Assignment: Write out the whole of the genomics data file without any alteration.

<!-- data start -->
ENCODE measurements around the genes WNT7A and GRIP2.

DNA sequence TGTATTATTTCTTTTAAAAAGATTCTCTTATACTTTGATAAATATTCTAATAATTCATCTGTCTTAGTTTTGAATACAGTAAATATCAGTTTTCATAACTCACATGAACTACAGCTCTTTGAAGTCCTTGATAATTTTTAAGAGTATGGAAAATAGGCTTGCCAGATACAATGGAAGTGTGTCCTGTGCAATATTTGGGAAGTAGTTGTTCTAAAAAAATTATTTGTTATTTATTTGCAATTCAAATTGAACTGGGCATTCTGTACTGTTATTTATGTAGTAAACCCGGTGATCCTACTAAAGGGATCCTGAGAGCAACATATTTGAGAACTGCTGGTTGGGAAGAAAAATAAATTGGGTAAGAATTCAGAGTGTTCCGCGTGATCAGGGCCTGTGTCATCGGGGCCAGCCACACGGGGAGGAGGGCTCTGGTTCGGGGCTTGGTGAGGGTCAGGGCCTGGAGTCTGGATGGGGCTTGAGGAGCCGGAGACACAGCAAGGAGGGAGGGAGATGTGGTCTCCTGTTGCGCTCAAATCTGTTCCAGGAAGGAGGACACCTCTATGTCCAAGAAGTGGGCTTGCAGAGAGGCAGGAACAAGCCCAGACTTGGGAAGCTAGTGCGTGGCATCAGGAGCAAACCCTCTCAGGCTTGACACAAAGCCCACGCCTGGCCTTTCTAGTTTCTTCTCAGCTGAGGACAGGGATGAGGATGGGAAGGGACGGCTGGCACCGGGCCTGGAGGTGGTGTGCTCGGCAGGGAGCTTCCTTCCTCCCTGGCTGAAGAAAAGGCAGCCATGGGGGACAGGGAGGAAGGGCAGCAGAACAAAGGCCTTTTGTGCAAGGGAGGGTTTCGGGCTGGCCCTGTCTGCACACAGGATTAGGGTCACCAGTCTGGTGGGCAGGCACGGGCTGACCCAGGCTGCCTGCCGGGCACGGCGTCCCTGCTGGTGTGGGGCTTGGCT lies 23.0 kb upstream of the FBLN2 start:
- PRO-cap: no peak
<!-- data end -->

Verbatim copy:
ENCODE measurements around the genes WNT7A and GRIP2.

DNA sequence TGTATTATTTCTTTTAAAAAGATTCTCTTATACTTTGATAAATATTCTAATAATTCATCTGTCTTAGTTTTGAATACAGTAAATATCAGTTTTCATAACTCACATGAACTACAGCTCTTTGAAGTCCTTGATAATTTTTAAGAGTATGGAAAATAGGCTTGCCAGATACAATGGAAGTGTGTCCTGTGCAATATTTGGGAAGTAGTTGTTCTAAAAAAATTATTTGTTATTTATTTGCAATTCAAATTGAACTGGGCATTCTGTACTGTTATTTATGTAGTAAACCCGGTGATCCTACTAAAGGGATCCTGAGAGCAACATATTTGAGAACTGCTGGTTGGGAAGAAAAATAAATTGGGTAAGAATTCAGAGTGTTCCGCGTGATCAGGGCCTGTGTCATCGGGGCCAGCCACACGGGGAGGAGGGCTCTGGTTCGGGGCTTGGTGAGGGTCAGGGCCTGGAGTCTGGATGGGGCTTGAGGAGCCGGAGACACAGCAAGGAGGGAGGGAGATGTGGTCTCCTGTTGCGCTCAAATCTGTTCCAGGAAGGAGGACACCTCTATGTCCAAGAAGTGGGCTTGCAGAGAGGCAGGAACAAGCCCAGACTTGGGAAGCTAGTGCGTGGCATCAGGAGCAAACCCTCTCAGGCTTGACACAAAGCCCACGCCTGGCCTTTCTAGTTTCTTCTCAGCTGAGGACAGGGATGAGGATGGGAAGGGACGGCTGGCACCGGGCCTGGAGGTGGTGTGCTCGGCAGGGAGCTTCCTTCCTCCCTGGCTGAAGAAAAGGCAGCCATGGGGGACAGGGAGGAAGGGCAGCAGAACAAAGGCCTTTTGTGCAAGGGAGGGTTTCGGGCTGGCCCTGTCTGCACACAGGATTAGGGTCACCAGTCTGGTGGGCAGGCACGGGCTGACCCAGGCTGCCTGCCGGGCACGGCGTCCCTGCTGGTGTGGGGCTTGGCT lies 23.0 kb upstream of the FBLN2 start:
- PRO-cap: no peak